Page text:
Summerville, GA:  Get ready to roll up your sleeve three times for flu shots this fall.  This year’s flu season is shaping up to be a very different one.  Most people will need one shot for the regular seasonal flu and probably two more to protect against novel influenza A (H1N1)      more commonly known as swine flu or pandemic influenza.   Public health officials are encouraging people to get vaccinated against seasonal flu as early as possible this year, just as soon as seasonal flu shots are available, and assure that immunity will not be lost before the end of the flu season by getting the flu shot earlier.  Getting a flu shot to protect against seasonal flu is a key component of our plan to deal with both seasonal flu viruses and the novel H1N1 virus, the flu viruses that will be circulating alongside each other this fall,” according to Northwest Georgia Public Health’s Dr. Wade Sellers.     “Seasonal flu hasn’t even arrived, yet schools in South Georgia that started somewhat earlier than others in the state are already reporting groups of students being sent home with the high fever and sore throat associated with novel H1N1,” Sellers said. “We can expect the same thing to occur here in Northwest Georgia.”  Sellers explained that his office has been communicating closely with school officials in the 10-county Northwest Georgia Public Health district to provide guidance about possible school closings and information about novel H1N1, including letters to be sent home to parents in English -more-and Spanish.   “Our goal is to avoid school closure and disruption of classes unless there is a significant change in the severity of the illness associated with novel H1N1,” Sellers said. “People should begin thinking about getting a seasonal flu shot and looking for a source right now,” said Chattooga County Health Department Nurse Manager Mitzi Smith.   “Everyone should get a seasonal flu shot, especially elderly people, health care workers and pregnant women.” According to Smith, the Chattooga County Health Department will give seasonal flu shots to the public on a walk-in basis at a special flu-shot clinic Tuesday, September 15, and Wednesday, September16 only, from 8 AM to 11:30 AM and from 1 PM to 4 PM at the health department.   Medicare and Medicaid will be accepted, and clients are asked to bring their cards.   Smith stressed that a limited quantity of doses of the influenza vaccine will be available on these two days due to “distribution channel problems and delays in getting the vaccine from the manufacturer.”  Smith said the health department has historically given “six to seven hundred doses a day on the first couple of days of our flu-shot clinics; however, we will not have that many doses initially, so we may run out.”  Smith said that after September 15th and 16th, “we will give flu shots on a walk-in basis as more doses become available.”    She added that there may be wait times after the 15th and 16th because health department staff will have resumed their regular duties by then and no longer just giving flu shots.     Northwest Georgia Public Health Public Information Officer Logan Boss stressed that seasonal flu is different than novel H1N1, the flu virus that erupted late last spring, was declared a pandemic by the World Health Organization in June, has continued to circulate in the US over the summer and which public health expects to become more pervasive    and possibly get much worse     this fall.  Boss also noted that the seasonal flu vaccine will not protect against novel H1N1, however, it is still very important for people to take the regular seasonal flu vaccine.  “The seasonal flu won’t take a vacation just because novel H1N1 has emerged,” Boss said.  “Patients who have been vaccinated with seasonal flu vaccine will be less likely to take up hospital beds and the time and attention of health professionals who may be quite challenged by swine flu this fall.”   People in high-risk groups who should get the seasonal flu vaccine now: Children 6 months to 19 years of age,people 50 years and older.people with chronic diseases such as diabetes or asthma,people living in nursing homes or long-term care homes,pregnant women,health care providers,people living with anyone in a high risk group and anyone whom wishes to avoid getting seasonal flu.     Public health hopes to begin offering voluntary vaccinations against novel H1N1, or swine flu, as early as mid-October; however, “it could be sooner or later depending on if and when we receive the vaccine,” according to Boss.  “Although testing is still underway, it appears that the swine flu vaccine will be most effective if given in two doses about three or four weeks apart,” Boss said.  “We’ll know more about this after clinical trials have been completed and will announce that information just as soon as possible.   Unlike with seasonal flu, the elderly with no underlying health conditions are not at high-risk from novel H1N1, although the vaccine will certainly be offered to them depending on availability,” Boss emphasized.   Public health officials are planning to offer the novel H1N1 vaccine through local county health departments, including the Chattooga County Health Department, and are currently recruiting and registering partners such as physicians, pharmacists, hospitals, assisted-living facilities, jails and prisons to assist with distribution to the public.  The novel H1N1 vaccine will also be made available to public and private schools, although these plans have not yet been finalized.    People who should get the novel H1N1 or swine flu vaccine when available:  Children 6 months to 24 years of age,pregnant women, people with chronic diseases such as diabetes or asthma,people caring for infants andhealth care providers.There are many things you can do to reduce your chances of getting flu or giving it to others:  washing your hands frequently and thoroughly, covering your coughs and sneezes and staying out of crowded places. Practice other good health habits.  Support your immune system. Get plenty of sleep, be physically active, manage your stress, drink plenty of fluids and eat nutritious food.  Stay home when you feel sick and call a doctor or seek medical attention if it starts getting bad.  “Regardless of hygiene, we’re all going to see a lot of flu in the coming months, Boss said.  “If we’re lucky, novel H1N1 will stay as mild as it has been so far, and most of us won’t know anyone who dies from it    even though it could still kill several million people out of the 2-3 billion it infects worldwide.  If we’re not so lucky, it will get more severe, causing many more deaths and major disruptions in the supply of goods and services.  Public health and our community partners have been preparing for a possible severe pandemic for several years, and communities, companies, families and individuals should be making preparations of their own.”  (please see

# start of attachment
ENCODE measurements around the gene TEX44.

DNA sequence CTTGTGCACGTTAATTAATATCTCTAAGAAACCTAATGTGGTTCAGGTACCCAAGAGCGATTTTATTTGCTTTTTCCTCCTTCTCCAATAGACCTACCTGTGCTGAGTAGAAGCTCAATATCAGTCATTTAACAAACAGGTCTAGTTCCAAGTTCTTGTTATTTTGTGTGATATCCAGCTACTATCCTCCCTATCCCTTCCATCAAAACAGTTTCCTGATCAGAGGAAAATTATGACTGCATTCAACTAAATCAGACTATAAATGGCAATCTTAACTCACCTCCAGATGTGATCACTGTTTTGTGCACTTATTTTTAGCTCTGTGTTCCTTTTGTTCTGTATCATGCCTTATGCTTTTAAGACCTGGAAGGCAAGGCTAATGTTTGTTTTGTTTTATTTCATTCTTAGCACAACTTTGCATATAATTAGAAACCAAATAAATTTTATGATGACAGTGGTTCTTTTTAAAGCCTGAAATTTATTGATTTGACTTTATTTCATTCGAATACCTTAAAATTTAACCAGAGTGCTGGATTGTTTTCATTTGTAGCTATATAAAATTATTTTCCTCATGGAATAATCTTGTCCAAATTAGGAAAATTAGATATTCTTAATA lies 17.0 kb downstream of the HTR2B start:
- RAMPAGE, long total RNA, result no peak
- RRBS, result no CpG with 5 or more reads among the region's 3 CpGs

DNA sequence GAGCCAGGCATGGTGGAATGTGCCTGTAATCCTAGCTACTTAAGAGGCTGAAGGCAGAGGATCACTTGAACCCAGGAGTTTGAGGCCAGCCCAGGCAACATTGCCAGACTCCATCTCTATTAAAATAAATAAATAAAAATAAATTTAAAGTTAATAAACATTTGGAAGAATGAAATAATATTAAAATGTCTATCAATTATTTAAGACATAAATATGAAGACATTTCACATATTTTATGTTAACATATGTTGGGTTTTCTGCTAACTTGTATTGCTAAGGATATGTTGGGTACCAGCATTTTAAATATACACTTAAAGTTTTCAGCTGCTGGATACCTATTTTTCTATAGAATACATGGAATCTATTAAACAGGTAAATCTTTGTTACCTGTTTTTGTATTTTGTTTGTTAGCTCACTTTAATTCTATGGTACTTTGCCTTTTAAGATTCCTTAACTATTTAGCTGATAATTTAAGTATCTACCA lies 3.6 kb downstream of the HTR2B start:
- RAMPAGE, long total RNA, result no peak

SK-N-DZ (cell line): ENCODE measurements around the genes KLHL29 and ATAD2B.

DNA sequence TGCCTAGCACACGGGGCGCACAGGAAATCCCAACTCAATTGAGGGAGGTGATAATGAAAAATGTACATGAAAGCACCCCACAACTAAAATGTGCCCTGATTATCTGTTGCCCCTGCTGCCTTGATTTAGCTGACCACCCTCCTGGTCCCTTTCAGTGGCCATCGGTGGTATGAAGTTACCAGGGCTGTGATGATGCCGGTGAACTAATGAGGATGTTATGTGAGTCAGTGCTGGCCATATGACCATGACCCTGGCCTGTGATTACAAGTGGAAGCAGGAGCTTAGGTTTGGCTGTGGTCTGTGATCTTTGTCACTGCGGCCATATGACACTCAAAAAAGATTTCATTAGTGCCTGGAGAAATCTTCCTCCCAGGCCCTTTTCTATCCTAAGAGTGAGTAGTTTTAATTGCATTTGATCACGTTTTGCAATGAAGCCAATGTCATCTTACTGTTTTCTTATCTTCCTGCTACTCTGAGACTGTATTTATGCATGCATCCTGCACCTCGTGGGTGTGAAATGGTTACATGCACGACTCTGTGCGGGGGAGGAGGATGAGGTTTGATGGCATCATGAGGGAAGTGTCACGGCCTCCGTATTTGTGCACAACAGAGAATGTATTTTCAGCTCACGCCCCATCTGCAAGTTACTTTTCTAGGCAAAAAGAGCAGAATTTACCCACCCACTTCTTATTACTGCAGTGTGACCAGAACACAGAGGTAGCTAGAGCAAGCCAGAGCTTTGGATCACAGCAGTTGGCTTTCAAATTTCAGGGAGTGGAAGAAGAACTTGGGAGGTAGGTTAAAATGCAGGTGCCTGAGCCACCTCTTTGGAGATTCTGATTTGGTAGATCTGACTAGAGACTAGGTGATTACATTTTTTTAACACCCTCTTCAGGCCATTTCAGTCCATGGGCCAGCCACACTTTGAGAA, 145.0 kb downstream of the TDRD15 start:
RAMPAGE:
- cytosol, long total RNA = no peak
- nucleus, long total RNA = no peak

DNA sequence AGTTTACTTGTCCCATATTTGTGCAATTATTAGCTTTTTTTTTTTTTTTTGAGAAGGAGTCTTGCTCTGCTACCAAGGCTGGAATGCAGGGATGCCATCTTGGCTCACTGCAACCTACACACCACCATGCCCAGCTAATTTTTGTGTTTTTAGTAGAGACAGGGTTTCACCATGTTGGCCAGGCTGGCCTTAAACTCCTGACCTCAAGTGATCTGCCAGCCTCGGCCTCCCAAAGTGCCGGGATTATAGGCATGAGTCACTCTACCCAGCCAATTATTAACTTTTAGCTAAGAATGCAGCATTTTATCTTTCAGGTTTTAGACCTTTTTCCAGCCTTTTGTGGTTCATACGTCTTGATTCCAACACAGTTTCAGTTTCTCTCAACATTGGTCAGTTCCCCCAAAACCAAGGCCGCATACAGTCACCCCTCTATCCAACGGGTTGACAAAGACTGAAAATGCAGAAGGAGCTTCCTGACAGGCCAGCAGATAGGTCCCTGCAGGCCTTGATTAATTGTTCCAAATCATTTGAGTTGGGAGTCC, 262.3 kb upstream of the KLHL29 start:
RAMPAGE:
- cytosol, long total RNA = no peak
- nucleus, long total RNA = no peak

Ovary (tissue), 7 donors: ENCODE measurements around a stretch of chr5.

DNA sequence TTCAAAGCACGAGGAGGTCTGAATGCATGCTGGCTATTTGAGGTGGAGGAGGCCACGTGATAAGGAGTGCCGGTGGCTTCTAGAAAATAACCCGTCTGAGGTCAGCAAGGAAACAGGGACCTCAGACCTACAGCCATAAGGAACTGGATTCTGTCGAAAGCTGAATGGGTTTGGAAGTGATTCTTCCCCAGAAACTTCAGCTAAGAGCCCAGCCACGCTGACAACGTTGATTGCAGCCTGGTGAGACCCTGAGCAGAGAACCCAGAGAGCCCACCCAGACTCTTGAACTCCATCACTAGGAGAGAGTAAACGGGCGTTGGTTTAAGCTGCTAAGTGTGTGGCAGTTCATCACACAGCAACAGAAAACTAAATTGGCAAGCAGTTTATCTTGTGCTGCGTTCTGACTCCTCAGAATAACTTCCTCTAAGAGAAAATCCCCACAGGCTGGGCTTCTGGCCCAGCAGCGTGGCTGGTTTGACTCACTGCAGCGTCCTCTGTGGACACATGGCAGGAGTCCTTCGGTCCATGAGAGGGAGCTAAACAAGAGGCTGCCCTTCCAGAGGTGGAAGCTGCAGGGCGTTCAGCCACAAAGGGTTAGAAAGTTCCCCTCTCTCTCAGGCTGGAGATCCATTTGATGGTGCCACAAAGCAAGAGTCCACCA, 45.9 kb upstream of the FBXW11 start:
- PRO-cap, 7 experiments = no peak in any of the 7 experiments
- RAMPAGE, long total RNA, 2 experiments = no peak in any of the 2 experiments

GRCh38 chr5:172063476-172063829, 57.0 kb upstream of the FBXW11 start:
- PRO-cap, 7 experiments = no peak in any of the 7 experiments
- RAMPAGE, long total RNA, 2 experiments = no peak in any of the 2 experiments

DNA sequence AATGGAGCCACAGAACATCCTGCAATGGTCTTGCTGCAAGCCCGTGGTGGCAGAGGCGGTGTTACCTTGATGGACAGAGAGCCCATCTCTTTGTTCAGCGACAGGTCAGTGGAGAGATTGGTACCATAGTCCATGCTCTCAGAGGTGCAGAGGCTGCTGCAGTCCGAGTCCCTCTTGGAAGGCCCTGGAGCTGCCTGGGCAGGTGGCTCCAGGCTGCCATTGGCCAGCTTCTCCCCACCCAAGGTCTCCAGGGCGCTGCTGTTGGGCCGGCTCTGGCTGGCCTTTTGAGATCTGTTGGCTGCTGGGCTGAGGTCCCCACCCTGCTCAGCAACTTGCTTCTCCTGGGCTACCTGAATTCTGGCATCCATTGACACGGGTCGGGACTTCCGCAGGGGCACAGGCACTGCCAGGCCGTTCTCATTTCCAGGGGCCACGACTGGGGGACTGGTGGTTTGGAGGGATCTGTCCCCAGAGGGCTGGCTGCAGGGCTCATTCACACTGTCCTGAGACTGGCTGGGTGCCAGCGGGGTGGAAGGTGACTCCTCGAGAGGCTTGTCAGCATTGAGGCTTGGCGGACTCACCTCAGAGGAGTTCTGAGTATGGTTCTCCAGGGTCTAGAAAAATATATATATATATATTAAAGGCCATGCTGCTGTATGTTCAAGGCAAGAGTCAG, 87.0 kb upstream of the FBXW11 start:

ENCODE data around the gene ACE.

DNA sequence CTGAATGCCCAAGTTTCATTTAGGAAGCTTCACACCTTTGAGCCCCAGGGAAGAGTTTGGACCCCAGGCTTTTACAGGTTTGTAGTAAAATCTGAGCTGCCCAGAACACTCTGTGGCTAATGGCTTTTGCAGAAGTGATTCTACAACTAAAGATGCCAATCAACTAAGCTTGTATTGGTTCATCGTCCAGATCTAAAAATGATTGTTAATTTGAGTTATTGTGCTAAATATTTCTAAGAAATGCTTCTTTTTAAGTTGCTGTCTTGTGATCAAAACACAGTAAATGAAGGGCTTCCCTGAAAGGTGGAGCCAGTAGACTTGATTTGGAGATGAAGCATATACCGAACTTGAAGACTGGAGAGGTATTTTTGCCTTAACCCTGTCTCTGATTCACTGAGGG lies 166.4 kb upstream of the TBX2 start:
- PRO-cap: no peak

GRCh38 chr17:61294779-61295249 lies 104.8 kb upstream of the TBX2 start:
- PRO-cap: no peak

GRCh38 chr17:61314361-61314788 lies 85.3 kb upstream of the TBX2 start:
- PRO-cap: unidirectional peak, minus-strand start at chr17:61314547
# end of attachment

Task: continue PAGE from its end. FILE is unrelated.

There are things you can do now to prepare . Having certain items on hand will be useful if you need to stay home during an emergency such as a flu pandemic.

You should create an emergency supply kit that includes:

A 2-week supply of bottled water (one gallon per family member per day.  Include extra water for pets)

At least a 2-week supply of nonperishable, ready-to-eat food such as canned fruits, meats and vegetables, protein bars, crackers, dry cereal, fruit juices, etc.

Pet food, if needed

Baby food or formula and diapers, if needed

Flashlight and extra batteries

Manual can opener, disposable plates and utensils, garbage bags, toilet paper, paper towels, feminine hygiene products, and hand sanitizer

Over-the-counter medications for fever, pain, diarrhea, coughs and colds


Please see  for comprehensive information on pandemic planning and preparedness. 


You should also:

Remind your family to practice healthy habits

Learn home treatment for flu.  For comprehensive information on this subject, please refer to “Pandemic Influenza Preparation and Response:  A Citizen’s Guide.”  Get the guide by going here and

downloading the pdf file at the link at the bottom of the page. 

Get a flu shot as soon as possible this year.  It’s still the best way to protect yourself from seasonal flu.

Find out about your employer’s plans for a flu pandemic

Make backup plans for possible school or work closings and other disruptions

Have a copy of each family member’s medical history.


For more information on novel H1N1 and pandemic influenza, go to: